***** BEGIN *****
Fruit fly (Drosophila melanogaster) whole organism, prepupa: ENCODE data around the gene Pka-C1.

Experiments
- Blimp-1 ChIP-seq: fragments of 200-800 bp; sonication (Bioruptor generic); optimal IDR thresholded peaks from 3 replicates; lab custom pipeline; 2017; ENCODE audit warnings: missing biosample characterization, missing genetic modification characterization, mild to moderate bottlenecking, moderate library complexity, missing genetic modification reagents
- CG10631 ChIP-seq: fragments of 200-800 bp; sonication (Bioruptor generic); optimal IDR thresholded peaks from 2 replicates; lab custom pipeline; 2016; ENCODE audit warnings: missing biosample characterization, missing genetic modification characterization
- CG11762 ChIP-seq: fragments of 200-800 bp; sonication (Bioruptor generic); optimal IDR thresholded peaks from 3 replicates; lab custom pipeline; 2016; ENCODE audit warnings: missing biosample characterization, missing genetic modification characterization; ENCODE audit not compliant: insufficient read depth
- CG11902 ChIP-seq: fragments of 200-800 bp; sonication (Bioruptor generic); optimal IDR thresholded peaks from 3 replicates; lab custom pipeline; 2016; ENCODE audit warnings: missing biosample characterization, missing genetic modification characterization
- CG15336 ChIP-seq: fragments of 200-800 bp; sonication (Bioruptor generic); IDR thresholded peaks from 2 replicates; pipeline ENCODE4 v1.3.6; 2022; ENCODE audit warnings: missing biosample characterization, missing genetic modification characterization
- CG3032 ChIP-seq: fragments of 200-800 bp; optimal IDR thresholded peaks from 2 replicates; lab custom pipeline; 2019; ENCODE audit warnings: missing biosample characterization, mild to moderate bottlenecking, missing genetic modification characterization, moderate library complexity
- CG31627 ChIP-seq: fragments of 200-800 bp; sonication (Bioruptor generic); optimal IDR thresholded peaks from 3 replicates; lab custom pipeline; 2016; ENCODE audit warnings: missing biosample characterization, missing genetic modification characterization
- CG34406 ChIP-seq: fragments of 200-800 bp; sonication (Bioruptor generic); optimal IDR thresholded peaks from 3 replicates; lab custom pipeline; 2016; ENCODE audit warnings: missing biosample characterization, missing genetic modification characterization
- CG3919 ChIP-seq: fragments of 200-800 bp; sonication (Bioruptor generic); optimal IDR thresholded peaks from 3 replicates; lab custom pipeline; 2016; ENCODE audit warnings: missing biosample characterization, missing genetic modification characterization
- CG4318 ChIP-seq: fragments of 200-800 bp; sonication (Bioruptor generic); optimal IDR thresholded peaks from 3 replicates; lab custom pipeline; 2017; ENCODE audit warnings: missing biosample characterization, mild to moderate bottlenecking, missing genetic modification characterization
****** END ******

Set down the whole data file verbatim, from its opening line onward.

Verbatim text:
Fruit fly (Drosophila melanogaster) whole organism, prepupa: ENCODE data around the gene Pka-C1.

Experiments
- Blimp-1 ChIP-seq: fragments of 200-800 bp; sonication (Bioruptor generic); optimal IDR thresholded peaks from 3 replicates; lab custom pipeline; 2017; ENCODE audit warnings: missing biosample characterization, missing genetic modification characterization, mild to moderate bottlenecking, moderate library complexity, missing genetic modification reagents
- CG10631 ChIP-seq: fragments of 200-800 bp; sonication (Bioruptor generic); optimal IDR thresholded peaks from 2 replicates; lab custom pipeline; 2016; ENCODE audit warnings: missing biosample characterization, missing genetic modification characterization
- CG11762 ChIP-seq: fragments of 200-800 bp; sonication (Bioruptor generic); optimal IDR thresholded peaks from 3 replicates; lab custom pipeline; 2016; ENCODE audit warnings: missing biosample characterization, missing genetic modification characterization; ENCODE audit not compliant: insufficient read depth
- CG11902 ChIP-seq: fragments of 200-800 bp; sonication (Bioruptor generic); optimal IDR thresholded peaks from 3 replicates; lab custom pipeline; 2016; ENCODE audit warnings: missing biosample characterization, missing genetic modification characterization
- CG15336 ChIP-seq: fragments of 200-800 bp; sonication (Bioruptor generic); IDR thresholded peaks from 2 replicates; pipeline ENCODE4 v1.3.6; 2022; ENCODE audit warnings: missing biosample characterization, missing genetic modification characterization
- CG3032 ChIP-seq: fragments of 200-800 bp; optimal IDR thresholded peaks from 2 replicates; lab custom pipeline; 2019; ENCODE audit warnings: missing biosample characterization, mild to moderate bottlenecking, missing genetic modification characterization, moderate library complexity
- CG31627 ChIP-seq: fragments of 200-800 bp; sonication (Bioruptor generic); optimal IDR thresholded peaks from 3 replicates; lab custom pipeline; 2016; ENCODE audit warnings: missing biosample characterization, missing genetic modification characterization
- CG34406 ChIP-seq: fragments of 200-800 bp; sonication (Bioruptor generic); optimal IDR thresholded peaks from 3 replicates; lab custom pipeline; 2016; ENCODE audit warnings: missing biosample characterization, missing genetic modification characterization
- CG3919 ChIP-seq: fragments of 200-800 bp; sonication (Bioruptor generic); optimal IDR thresholded peaks from 3 replicates; lab custom pipeline; 2016; ENCODE audit warnings: missing biosample characterization, missing genetic modification characterization
- CG4318 ChIP-seq: fragments of 200-800 bp; sonication (Bioruptor generic); optimal IDR thresholded peaks from 3 replicates; lab custom pipeline; 2017; ENCODE audit warnings: missing biosample characterization, mild to moderate bottlenecking, missing genetic modification characterization